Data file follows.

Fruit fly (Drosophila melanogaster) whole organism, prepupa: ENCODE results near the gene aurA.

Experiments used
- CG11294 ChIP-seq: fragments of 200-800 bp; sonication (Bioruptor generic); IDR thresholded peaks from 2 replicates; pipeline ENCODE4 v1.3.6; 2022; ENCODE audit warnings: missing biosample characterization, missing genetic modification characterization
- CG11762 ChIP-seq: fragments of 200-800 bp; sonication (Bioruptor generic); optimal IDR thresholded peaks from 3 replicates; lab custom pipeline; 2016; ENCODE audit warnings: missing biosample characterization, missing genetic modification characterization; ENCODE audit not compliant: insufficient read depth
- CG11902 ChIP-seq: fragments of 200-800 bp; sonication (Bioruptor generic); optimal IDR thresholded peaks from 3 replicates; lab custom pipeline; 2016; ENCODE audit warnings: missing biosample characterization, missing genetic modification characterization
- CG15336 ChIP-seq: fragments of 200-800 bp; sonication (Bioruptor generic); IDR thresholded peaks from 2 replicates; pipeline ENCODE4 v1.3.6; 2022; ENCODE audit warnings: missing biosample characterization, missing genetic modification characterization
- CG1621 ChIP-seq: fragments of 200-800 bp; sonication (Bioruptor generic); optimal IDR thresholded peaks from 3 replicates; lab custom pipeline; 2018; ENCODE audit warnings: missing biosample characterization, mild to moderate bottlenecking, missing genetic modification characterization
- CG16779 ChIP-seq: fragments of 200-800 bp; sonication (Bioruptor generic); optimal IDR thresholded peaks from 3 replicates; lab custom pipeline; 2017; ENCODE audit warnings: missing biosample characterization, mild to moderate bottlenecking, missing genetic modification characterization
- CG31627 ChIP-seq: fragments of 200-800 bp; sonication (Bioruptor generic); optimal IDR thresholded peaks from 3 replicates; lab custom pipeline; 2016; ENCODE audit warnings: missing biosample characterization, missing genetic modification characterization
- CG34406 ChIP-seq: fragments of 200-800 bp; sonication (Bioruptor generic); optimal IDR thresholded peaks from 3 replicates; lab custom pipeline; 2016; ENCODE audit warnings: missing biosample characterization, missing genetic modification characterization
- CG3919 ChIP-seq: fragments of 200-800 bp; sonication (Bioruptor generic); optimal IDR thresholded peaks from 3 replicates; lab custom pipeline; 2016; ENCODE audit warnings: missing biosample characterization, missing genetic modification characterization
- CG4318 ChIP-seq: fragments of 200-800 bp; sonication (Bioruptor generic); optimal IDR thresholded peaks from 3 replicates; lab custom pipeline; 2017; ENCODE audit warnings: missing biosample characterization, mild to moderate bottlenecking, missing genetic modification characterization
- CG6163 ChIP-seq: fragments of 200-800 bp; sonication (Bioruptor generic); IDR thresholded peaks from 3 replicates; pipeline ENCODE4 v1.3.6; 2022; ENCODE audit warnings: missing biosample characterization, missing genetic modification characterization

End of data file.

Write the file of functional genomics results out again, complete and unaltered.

Fruit fly (Drosophila melanogaster) whole organism, prepupa: ENCODE results near the gene aurA.

Experiments used
- CG11294 ChIP-seq: fragments of 200-800 bp; sonication (Bioruptor generic); IDR thresholded peaks from 2 replicates; pipeline ENCODE4 v1.3.6; 2022; ENCODE audit warnings: missing biosample characterization, missing genetic modification characterization
- CG11762 ChIP-seq: fragments of 200-800 bp; sonication (Bioruptor generic); optimal IDR thresholded peaks from 3 replicates; lab custom pipeline; 2016; ENCODE audit warnings: missing biosample characterization, missing genetic modification characterization; ENCODE audit not compliant: insufficient read depth
- CG11902 ChIP-seq: fragments of 200-800 bp; sonication (Bioruptor generic); optimal IDR thresholded peaks from 3 replicates; lab custom pipeline; 2016; ENCODE audit warnings: missing biosample characterization, missing genetic modification characterization
- CG15336 ChIP-seq: fragments of 200-800 bp; sonication (Bioruptor generic); IDR thresholded peaks from 2 replicates; pipeline ENCODE4 v1.3.6; 2022; ENCODE audit warnings: missing biosample characterization, missing genetic modification characterization
- CG1621 ChIP-seq: fragments of 200-800 bp; sonication (Bioruptor generic); optimal IDR thresholded peaks from 3 replicates; lab custom pipeline; 2018; ENCODE audit warnings: missing biosample characterization, mild to moderate bottlenecking, missing genetic modification characterization
- CG16779 ChIP-seq: fragments of 200-800 bp; sonication (Bioruptor generic); optimal IDR thresholded peaks from 3 replicates; lab custom pipeline; 2017; ENCODE audit warnings: missing biosample characterization, mild to moderate bottlenecking, missing genetic modification characterization
- CG31627 ChIP-seq: fragments of 200-800 bp; sonication (Bioruptor generic); optimal IDR thresholded peaks from 3 replicates; lab custom pipeline; 2016; ENCODE audit warnings: missing biosample characterization, missing genetic modification characterization
- CG34406 ChIP-seq: fragments of 200-800 bp; sonication (Bioruptor generic); optimal IDR thresholded peaks from 3 replicates; lab custom pipeline; 2016; ENCODE audit warnings: missing biosample characterization, missing genetic modification characterization
- CG3919 ChIP-seq: fragments of 200-800 bp; sonication (Bioruptor generic); optimal IDR thresholded peaks from 3 replicates; lab custom pipeline; 2016; ENCODE audit warnings: missing biosample characterization, missing genetic modification characterization
- CG4318 ChIP-seq: fragments of 200-800 bp; sonication (Bioruptor generic); optimal IDR thresholded peaks from 3 replicates; lab custom pipeline; 2017; ENCODE audit warnings: missing biosample characterization, mild to moderate bottlenecking, missing genetic modification characterization
- CG6163 ChIP-seq: fragments of 200-800 bp; sonication (Bioruptor generic); IDR thresholded peaks from 3 replicates; pipeline ENCODE4 v1.3.6; 2022; ENCODE audit warnings: missing biosample characterization, missing genetic modification characterization